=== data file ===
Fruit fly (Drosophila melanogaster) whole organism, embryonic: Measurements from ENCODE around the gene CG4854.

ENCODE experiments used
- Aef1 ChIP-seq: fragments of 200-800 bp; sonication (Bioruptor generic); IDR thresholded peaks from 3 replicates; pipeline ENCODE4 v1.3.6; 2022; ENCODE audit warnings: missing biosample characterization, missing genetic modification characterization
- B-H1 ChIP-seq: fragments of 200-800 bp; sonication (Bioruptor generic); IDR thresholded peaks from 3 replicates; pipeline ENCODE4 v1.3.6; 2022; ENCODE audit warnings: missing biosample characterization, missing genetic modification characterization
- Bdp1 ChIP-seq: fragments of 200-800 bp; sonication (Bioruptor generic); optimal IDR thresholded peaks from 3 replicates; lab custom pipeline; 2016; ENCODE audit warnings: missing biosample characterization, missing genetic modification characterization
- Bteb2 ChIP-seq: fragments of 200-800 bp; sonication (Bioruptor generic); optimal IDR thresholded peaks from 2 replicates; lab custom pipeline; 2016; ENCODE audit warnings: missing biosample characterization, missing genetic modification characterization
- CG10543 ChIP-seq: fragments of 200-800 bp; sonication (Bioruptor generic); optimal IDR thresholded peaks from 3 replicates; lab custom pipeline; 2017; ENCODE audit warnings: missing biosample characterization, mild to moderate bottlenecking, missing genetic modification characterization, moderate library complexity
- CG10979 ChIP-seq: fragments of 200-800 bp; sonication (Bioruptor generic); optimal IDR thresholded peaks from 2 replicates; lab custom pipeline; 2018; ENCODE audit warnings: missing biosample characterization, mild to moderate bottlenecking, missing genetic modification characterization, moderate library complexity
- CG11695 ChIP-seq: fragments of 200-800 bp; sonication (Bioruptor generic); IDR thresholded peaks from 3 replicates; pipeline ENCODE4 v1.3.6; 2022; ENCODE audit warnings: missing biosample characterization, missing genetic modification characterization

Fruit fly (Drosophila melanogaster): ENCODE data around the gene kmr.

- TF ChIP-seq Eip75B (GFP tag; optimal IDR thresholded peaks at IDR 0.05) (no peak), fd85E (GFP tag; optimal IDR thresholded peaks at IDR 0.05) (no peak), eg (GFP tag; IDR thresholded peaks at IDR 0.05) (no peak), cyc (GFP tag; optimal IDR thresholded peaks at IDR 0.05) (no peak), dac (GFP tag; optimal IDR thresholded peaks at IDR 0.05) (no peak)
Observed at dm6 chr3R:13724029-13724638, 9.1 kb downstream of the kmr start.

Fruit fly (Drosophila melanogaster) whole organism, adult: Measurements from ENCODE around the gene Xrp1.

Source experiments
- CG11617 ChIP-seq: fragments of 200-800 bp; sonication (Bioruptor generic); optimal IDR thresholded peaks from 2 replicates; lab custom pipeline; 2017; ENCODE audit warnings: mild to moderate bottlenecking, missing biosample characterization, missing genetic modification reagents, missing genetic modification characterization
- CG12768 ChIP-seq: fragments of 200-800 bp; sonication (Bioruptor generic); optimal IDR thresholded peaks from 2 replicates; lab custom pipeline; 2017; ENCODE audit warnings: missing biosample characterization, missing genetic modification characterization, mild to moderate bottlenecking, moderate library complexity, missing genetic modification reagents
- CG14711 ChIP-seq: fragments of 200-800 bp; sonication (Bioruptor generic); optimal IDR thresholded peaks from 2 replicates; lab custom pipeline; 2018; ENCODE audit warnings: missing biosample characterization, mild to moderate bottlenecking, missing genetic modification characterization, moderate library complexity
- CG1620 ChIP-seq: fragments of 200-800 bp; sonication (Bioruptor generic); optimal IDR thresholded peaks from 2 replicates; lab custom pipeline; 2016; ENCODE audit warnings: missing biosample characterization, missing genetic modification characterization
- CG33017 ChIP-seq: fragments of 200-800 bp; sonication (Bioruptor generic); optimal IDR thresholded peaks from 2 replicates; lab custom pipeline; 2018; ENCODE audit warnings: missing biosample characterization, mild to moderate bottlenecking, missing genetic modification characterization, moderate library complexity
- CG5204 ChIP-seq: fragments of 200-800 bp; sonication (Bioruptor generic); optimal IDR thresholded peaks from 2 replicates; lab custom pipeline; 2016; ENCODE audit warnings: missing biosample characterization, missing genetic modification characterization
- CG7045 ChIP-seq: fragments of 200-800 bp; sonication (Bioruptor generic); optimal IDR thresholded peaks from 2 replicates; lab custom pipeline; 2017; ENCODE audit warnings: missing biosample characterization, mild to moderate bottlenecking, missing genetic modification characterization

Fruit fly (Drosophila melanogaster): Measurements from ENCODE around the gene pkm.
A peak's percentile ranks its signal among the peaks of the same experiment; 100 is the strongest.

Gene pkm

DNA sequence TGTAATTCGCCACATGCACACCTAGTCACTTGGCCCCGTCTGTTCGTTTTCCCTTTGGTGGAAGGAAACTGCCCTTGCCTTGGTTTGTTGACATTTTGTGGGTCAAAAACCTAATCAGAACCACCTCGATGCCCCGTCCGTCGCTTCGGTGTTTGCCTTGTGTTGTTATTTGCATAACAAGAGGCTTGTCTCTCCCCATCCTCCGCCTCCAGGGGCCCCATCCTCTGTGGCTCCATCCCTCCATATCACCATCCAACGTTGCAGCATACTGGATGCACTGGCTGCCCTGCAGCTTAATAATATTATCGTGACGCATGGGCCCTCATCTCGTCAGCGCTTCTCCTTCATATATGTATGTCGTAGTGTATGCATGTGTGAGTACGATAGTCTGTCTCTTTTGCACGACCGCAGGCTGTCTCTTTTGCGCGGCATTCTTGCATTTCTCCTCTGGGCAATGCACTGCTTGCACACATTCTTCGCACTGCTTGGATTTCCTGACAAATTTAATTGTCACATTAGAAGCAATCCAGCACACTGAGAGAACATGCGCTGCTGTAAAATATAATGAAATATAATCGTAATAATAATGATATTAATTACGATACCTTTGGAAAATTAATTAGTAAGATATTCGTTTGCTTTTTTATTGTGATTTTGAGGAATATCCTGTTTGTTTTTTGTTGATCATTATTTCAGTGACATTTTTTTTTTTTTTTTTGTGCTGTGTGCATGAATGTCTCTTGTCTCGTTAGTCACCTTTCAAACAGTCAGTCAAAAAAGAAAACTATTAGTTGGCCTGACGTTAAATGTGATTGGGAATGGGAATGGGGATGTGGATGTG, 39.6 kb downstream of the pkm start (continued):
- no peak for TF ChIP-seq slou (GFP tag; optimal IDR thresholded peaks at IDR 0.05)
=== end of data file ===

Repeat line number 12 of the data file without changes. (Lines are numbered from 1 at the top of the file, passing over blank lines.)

Observed at dm6 chr3R:13724029-13724638, 9.1 kb downstream of the kmr start.